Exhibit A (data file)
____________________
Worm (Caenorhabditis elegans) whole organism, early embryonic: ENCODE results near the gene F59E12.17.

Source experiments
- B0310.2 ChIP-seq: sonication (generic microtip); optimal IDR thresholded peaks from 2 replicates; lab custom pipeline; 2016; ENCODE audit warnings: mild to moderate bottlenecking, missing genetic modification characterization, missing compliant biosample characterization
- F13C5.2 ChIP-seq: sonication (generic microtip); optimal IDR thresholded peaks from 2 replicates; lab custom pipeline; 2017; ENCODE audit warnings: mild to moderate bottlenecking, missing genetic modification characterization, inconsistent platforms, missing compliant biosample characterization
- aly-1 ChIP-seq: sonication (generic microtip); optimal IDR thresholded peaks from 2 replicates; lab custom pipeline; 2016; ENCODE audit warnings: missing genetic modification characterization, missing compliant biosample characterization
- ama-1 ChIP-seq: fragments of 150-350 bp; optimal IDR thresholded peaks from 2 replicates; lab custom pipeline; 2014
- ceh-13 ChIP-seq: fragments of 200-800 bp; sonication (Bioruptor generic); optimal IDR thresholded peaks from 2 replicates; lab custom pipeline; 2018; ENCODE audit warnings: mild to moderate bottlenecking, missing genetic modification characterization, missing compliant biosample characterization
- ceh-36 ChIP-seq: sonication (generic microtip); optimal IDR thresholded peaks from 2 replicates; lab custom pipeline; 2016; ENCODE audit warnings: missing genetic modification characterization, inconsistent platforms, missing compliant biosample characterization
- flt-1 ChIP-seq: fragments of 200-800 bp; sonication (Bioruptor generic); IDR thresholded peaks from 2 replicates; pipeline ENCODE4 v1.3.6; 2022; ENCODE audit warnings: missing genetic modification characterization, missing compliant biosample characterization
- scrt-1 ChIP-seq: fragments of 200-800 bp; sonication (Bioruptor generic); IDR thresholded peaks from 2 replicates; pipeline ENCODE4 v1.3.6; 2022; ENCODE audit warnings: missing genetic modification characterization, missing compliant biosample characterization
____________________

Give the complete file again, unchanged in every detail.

Worm (Caenorhabditis elegans) whole organism, early embryonic: ENCODE results near the gene F59E12.17.

Source experiments
- B0310.2 ChIP-seq: sonication (generic microtip); optimal IDR thresholded peaks from 2 replicates; lab custom pipeline; 2016; ENCODE audit warnings: mild to moderate bottlenecking, missing genetic modification characterization, missing compliant biosample characterization
- F13C5.2 ChIP-seq: sonication (generic microtip); optimal IDR thresholded peaks from 2 replicates; lab custom pipeline; 2017; ENCODE audit warnings: mild to moderate bottlenecking, missing genetic modification characterization, inconsistent platforms, missing compliant biosample characterization
- aly-1 ChIP-seq: sonication (generic microtip); optimal IDR thresholded peaks from 2 replicates; lab custom pipeline; 2016; ENCODE audit warnings: missing genetic modification characterization, missing compliant biosample characterization
- ama-1 ChIP-seq: fragments of 150-350 bp; optimal IDR thresholded peaks from 2 replicates; lab custom pipeline; 2014
- ceh-13 ChIP-seq: fragments of 200-800 bp; sonication (Bioruptor generic); optimal IDR thresholded peaks from 2 replicates; lab custom pipeline; 2018; ENCODE audit warnings: mild to moderate bottlenecking, missing genetic modification characterization, missing compliant biosample characterization
- ceh-36 ChIP-seq: sonication (generic microtip); optimal IDR thresholded peaks from 2 replicates; lab custom pipeline; 2016; ENCODE audit warnings: missing genetic modification characterization, inconsistent platforms, missing compliant biosample characterization
- flt-1 ChIP-seq: fragments of 200-800 bp; sonication (Bioruptor generic); IDR thresholded peaks from 2 replicates; pipeline ENCODE4 v1.3.6; 2022; ENCODE audit warnings: missing genetic modification characterization, missing compliant biosample characterization
- scrt-1 ChIP-seq: fragments of 200-800 bp; sonication (Bioruptor generic); IDR thresholded peaks from 2 replicates; pipeline ENCODE4 v1.3.6; 2022; ENCODE audit warnings: missing genetic modification characterization, missing compliant biosample characterization